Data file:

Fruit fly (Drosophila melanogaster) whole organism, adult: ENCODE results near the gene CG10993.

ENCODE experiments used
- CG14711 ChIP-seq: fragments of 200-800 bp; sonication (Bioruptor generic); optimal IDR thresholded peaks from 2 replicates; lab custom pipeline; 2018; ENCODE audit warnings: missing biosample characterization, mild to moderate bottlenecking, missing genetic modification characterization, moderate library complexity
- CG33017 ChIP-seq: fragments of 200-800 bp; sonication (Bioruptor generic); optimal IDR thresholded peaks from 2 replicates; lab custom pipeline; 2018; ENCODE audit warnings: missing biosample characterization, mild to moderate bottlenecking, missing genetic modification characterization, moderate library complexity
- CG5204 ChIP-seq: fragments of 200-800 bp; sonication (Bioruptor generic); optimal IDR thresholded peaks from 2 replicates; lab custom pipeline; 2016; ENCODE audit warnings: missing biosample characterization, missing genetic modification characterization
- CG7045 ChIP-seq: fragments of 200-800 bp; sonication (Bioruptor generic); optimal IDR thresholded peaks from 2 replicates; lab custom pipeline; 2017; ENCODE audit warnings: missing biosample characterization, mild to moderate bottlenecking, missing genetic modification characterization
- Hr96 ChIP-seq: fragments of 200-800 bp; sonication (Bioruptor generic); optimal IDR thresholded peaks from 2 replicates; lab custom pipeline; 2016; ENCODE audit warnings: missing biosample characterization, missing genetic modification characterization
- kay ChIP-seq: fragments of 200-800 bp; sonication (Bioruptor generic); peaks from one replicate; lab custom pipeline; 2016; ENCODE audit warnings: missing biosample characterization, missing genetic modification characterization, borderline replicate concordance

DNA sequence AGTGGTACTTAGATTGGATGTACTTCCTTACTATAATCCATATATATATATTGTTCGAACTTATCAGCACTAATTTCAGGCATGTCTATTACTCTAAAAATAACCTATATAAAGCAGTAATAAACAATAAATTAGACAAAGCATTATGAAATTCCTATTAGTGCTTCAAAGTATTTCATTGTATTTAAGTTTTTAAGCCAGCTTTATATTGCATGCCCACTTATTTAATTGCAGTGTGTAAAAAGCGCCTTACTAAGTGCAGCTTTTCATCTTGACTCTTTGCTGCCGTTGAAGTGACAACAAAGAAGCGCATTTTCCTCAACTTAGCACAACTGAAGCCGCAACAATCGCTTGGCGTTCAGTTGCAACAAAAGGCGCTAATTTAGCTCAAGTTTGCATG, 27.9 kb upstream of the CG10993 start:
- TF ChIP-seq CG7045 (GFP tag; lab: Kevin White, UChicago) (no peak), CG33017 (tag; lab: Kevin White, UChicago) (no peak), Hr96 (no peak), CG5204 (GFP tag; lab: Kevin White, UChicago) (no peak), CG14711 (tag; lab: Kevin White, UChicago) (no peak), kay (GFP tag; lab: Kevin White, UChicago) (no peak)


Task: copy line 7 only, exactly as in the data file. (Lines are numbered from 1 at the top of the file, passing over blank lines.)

- Hr96 ChIP-seq: fragments of 200-800 bp; sonication (Bioruptor generic); optimal IDR thresholded peaks from 2 replicates; lab custom pipeline; 2016; ENCODE audit warnings: missing biosample characterization, missing genetic modification characterization